I know there will be some reactions like ‘why the heck would you try this’. So humor me, I just want to help a good client out.
I’ve finished a 5.1 mix for a film in Nuendo 11 and have watched it back in my properly calibrated room. All good on that end.
The client would love to be able to also watch it through his home theater setup, which is a 65" TV with Sonos surround speakers, connected to Windows computer via HDMI. I’ve tried to piece together as many of the specs as possible, but haven’t seen the system myself.
As far as I’ve pieced it together, if he has a recent version of Win10 (including Windows Creator features) he can download the Atmos app and enable spatial sound on the computer. With that enabled VLC would be able to playback the film in VLC and send Dolby Atmos to the AVR which then decodes it properly.
That leaves me with creating a playable file out of Nuendo. I can’t use my traditional 5.1 mix for that, but could create new Dolby Atmos project and likely just import the stems from my mix as three beds and then render that. But that only gives me an ADM file, he may actually need it in a rendered format. In another thread just earlier here in this forum there was discussion about possibly using the Dolby Production Suite to make that transcode/render.
I see that it can be purchased for $299 of the Avid site (and possibly other places), But only runs on a Mac. My Nuendo system in Win10, but I have Macs as well where I could run the Dolby tools (need an extra iLok for that).
This is becoming quite the endeavor. If feasibly I’d like to make the client happy, but that’s a lot of moving pieces. Learning some about Dolby Atmos in the process, which will be valuable down the road. Ultimately the film will go to festivals and distribution which can just use my original 5.1 mix as always. So this is just a detour for some additional viewing experiences.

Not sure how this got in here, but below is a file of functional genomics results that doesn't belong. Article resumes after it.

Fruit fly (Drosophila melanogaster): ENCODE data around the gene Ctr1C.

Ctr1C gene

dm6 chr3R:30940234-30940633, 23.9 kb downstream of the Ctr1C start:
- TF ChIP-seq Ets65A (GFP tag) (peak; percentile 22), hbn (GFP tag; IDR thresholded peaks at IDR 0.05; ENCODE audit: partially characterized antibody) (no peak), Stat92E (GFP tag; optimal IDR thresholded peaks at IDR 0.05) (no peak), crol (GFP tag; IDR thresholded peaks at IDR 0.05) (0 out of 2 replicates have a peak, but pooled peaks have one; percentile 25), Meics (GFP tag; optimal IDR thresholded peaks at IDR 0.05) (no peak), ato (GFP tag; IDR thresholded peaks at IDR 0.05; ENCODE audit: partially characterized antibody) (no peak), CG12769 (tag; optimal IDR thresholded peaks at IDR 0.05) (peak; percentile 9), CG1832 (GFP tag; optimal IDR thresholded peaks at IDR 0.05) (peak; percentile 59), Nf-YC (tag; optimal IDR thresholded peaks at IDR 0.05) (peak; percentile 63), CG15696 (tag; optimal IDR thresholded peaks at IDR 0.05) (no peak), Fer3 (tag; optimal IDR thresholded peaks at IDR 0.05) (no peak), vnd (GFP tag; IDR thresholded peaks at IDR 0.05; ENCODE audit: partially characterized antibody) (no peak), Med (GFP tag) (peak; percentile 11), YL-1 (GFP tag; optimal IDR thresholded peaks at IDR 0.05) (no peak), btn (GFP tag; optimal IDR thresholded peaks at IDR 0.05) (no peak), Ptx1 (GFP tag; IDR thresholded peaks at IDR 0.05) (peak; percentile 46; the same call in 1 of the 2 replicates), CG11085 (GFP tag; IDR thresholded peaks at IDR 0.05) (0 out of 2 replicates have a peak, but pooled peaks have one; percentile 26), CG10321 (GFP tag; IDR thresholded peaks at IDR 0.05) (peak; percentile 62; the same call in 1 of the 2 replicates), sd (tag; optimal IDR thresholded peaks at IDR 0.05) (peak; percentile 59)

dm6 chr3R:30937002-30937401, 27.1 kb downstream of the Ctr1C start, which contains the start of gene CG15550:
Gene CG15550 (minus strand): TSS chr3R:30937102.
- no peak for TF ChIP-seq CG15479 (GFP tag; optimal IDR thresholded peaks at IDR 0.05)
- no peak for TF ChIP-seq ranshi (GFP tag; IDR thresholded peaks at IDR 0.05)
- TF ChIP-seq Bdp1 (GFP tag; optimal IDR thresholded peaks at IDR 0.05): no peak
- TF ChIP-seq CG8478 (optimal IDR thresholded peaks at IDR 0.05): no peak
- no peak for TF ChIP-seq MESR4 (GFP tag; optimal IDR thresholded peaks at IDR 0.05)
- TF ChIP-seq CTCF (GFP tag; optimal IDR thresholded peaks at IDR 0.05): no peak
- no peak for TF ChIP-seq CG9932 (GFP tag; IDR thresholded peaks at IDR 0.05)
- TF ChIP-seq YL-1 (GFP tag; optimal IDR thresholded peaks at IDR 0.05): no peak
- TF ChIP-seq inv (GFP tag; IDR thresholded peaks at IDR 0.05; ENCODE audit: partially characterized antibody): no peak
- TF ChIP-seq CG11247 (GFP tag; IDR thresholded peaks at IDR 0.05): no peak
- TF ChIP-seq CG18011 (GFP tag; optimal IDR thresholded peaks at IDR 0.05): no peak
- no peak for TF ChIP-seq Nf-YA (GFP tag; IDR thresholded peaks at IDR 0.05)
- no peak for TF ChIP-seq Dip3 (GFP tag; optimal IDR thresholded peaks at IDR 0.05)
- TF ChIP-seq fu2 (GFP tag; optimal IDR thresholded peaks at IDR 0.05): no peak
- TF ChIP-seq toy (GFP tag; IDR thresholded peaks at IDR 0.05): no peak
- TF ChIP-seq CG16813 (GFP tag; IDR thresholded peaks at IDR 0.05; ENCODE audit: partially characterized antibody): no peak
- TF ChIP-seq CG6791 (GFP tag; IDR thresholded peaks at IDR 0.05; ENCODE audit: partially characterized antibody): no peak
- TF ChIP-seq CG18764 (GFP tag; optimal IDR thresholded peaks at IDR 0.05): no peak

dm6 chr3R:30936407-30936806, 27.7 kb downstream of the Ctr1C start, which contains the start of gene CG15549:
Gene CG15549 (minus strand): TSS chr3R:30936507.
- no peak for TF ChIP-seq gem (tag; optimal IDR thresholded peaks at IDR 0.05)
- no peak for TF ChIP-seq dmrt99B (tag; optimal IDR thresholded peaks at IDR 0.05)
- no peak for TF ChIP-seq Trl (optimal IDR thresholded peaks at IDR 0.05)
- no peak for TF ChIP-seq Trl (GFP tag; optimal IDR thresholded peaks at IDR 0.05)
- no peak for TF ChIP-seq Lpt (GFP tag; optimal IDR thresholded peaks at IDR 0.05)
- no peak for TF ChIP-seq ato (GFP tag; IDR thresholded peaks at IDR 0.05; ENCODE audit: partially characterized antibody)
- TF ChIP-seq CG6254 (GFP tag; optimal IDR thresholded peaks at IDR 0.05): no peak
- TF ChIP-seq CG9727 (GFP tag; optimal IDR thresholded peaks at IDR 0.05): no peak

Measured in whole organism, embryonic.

Thanks for any tips or face palms.
Sadly it seems like Dolby just refuses to make a Windows version for whatever reason. I think that you can do it with their Dolby Atmos Mastering Suite which runs on Windows. That is the standalone encoder that you can connect your DAW to with OSC. But it is $1000.
The only other option I’m aware of is AWS. I guess you can pay big daddy Amazon to encode it for you here: Using Dolby Atmos encoding with AWS Elemental MediaConvert - MediaConvert (amazon.com) Not sure how much it costs but it does appear to output E-AC3 which is what you need.
I really wish Dolby wouldn’t be such jerks about this, but right now it seems like you have to have a Mac, and have to spend $300, just to get the encoder.
@Sycraft-w AWS Media Convert is an interesting option I didn’t consider. I do use other AWS services frequently, so it wouldn’t a big lift.
A quick check says encoding an 80min feature, 4K & Dolby Audio would cost about $8. There may be some other egress charges, etc. But definitely less than $20-$30, which is a lot cheaper than the tools for a one-off.
@Sycraft-w Thanks again for this tip. I just ran a quick test on a 10min file found it rather straight forward. That seems to be definitely a viable solution especially for the occasional use.
I rendered the .mp4 file and then the ADM master out of Nuendo. Uploaded both to AWS storage and configured a Media Convert job, then ran the job and downloaded the file. The first time around there is some extra permissions to setup, but after that it’s less than 10 clicks to run the job.
Here’s the media info of the resulting file:
And this YT video actually explains the otherwise rather daunting options of MediaConvert quite well.
And the last piece of the puzzle. You don’t have to worry about all the complications of playing this via a computer and HDMI. Simply copy the MP4 file with the Dolby Atmos audio onto USB drive, plug that into the smart TV and play the film. Sometimes it’s so simple, you can see the tree in the forest.
Michael Wagner puts out great content!
@allklier Glad it worked for you. Hopefully Dolby will back off some day and let Steinberg add export for E-AC3 straight in to Nuendo but I’m glad that worked for you for the time being.